UW-Madison professor appointed to Not Invisible Act Commission to address violent crime against Indigenous Americans

Grace Bulltail, a professor in the University of Wisconsin–Madison’s Nelson Institute for Environmental Studies, is among those appointed to serve on a commission focusing on addressing violent crime within Indian lands and against American Indians and Alaska Natives.

Deb Haaland, Secretary of the Interior, named members of the Not Invisible Act Commission during a live webcast recognizing May 5 as National Missing and Murdered Indigenous Peoples Day. Bulltail’s research centers on natural resource management, tribal resource sovereignty and environmental justice in Indigenous communities.

Grace Bulltail
Grace Bulltail

Bulltail and her family have been impacted by the missing and murdered Indigenous women and girls (MMIWG) crisis. Her 18-year-old niece Kaysera Stops Pretty Places went missing in August 2019, and was later found murdered in Hardin, Mont., a border town of the Crow reservation. Her disappearance and death have not been investigated as a homicide by Big Horn County law enforcement. Big Horn County has the highest rates of MMIWG cases per capita of any county in the nation. Grace and her family have had to conduct their own investigation, as many MMIWG families do, seeking answers while continuing to be dismissed by all levels of law enforcement in the state.

“We want to ensure that our advocacy efforts are heard and make a meaningful contribution toward addressing this horrific crisis in our communities. Too many families have gone without investigations, answers, and justice in their loved ones’ disappearances and murders,” says Bulltail. “We have asked all the officials and taskforces for help, often to no avail. We demand that those creating policy resolutions to the crisis listen to those of us who have had to become our own advocates in navigating the justice system.”

The cross-jurisdictional advisory committee is composed of law enforcement, tribal leaders, federal partners, service providers, family members of missing and murdered individuals and, most importantly, survivors.

“Everyone deserves to feel safe in their community, but a lack of urgency, transparency and coordination have hampered our country’s efforts to combat violence against American Indians and Alaska Natives,” Secretary of the Interior Deb Haaland said in the webcast announcing commission members. “As we work with the Department of Justice to prioritize the national crisis of missing and murdered Indigenous peoples, the Not Invisible Act Commission will help address its underlying roots by ensuring the voices of those impacted by violence against Native people are included in our quest to implement solutions.”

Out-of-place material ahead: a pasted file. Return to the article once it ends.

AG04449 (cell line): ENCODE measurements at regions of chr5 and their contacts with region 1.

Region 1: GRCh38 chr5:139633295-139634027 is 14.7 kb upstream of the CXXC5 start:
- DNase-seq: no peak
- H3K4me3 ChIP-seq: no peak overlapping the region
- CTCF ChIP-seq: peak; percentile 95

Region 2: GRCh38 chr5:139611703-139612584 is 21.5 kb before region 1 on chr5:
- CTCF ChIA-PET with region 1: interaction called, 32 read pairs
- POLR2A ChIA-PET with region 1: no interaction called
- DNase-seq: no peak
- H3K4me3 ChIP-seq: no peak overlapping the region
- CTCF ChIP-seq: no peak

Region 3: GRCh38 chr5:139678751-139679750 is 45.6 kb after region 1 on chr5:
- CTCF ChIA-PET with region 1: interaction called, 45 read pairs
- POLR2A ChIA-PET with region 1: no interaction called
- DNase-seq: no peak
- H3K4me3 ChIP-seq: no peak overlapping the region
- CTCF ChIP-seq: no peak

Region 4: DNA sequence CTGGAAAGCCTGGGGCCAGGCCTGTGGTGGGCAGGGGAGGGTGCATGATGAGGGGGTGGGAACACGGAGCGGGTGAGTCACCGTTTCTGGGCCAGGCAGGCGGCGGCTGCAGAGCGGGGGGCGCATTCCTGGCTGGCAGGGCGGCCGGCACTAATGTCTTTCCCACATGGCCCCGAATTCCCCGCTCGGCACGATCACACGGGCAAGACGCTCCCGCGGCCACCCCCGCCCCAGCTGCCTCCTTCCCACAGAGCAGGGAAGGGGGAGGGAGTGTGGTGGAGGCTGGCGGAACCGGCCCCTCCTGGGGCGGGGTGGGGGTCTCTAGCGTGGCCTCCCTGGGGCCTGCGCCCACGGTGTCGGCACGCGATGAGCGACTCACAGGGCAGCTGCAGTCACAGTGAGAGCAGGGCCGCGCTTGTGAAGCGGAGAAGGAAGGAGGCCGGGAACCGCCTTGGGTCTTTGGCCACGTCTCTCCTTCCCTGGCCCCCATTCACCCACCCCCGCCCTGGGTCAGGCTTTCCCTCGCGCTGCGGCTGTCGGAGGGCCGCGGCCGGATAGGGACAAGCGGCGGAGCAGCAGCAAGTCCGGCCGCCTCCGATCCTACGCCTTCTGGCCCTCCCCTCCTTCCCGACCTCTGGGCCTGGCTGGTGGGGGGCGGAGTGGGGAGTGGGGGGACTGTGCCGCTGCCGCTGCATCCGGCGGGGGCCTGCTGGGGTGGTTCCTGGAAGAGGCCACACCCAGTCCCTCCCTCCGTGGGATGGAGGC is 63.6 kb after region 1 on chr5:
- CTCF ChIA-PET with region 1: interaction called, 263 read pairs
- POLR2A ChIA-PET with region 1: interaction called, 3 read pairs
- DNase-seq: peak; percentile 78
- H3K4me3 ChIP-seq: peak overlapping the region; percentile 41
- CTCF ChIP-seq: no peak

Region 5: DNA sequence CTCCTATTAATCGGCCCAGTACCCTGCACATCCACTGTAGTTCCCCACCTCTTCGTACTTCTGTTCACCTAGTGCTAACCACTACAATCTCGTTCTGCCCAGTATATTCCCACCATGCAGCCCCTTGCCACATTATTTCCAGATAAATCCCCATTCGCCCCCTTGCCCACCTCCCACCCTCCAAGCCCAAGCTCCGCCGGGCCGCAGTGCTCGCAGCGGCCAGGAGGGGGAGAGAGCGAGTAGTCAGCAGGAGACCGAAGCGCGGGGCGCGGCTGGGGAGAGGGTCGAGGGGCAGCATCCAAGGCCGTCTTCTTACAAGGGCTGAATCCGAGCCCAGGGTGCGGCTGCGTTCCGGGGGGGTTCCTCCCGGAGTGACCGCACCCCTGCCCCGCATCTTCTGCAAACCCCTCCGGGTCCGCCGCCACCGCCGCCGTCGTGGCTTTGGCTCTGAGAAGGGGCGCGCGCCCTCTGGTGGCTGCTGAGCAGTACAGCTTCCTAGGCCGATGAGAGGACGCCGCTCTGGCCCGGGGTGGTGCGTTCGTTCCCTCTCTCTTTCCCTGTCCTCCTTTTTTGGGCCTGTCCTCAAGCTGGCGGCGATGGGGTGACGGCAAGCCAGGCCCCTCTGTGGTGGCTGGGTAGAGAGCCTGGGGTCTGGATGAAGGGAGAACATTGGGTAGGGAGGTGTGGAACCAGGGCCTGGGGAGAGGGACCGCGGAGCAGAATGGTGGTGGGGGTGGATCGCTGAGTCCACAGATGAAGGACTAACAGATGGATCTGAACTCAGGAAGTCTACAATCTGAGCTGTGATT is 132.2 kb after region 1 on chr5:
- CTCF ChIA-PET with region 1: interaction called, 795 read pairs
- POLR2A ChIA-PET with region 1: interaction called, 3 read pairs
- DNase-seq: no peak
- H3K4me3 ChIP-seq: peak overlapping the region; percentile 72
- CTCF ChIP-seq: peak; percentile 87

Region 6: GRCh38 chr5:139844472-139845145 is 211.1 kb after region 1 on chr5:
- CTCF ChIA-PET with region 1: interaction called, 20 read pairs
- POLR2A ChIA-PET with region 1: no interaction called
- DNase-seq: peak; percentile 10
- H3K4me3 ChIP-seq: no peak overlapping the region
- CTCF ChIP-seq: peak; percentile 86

“The Justice Department is committed to addressing the crisis of missing or murdered Indigenous persons with the urgency it demands,” said Attorney General Merrick Garland in the announcement. “That commitment is reflected in the strength of our partnerships across the federal government, including with the Department of the Interior as we take the next steps in launching the Not Invisible Act Commission. The Commissioners announced today will play a critical role in our efforts to better meet the public safety needs of Native communities. The Justice Department will continue to work alongside our Tribal partners with respect, sincerity, and a shared interest in the wellbeing of Tribal communities.”

The Not Invisible Act Commission will make recommendations to the Departments of the Interior and Justice to improve intergovernmental coordination and establish best practices for state, tribal, and federal law enforcement, to bolster resources for survivors and victim’s families, and to combat the epidemic of missing persons, murder and trafficking of Native American, Alaska Native and Native Hawaiian people.

Among its mission, the Commission will:

  • Identify, report and respond to instances of missing and murdered Indigenous peoples (MMIP) cases and human trafficking,
  • Develop legislative and administrative changes necessary to use federal programs, properties, and resources to combat the crisis,
  • Track and report data on MMIP and human trafficking cases,
  • Consider issues related to the hiring and retention of law enforcement offices,
  • Coordinate tribal-state-federal resources to combat MMIP and human trafficking offices on Indian lands, and
  • Increase information sharing with tribal governments on violent crimes investigations and other prosecutions on Indian lands.

The Commission has the authority to hold hearings, gather testimony, and receive additional evidence and feedback from its members to develop recommendations to the Secretary and Attorney General.

Enacted in October 2020, the Not Invisible Act of 2019 was signed into law as the first bill in history to be introduced and passed by four U.S. congressional members enrolled in their respective federally recognized tribes, led by Secretary Haaland during her time in Congress.

Bulltail’s research goals are at the intersection of watershed management and tribal sovereignty. Her work addresses environmental justice as it encompasses Indigenous human rights, with the most vulnerable population being Indigenous women and girls, particularly in resource-extractive communities. A member of the Crow Tribe and a descendant of the Mandan, Hidatsa, and Arikara Tribes of Fort Berthold, North Dakota, Bulltail has spent much of her career studying the impact natural resource extraction on water quality and watershed management. A professional engineer and American Indian Science and Engineering Society board member, Bulltail received a bachelor of science in civil and environmental engineering from Stanford University and a doctorate from the Department of Biological and Environmental Engineering in the College of Agriculture and Life Sciences at Cornell University.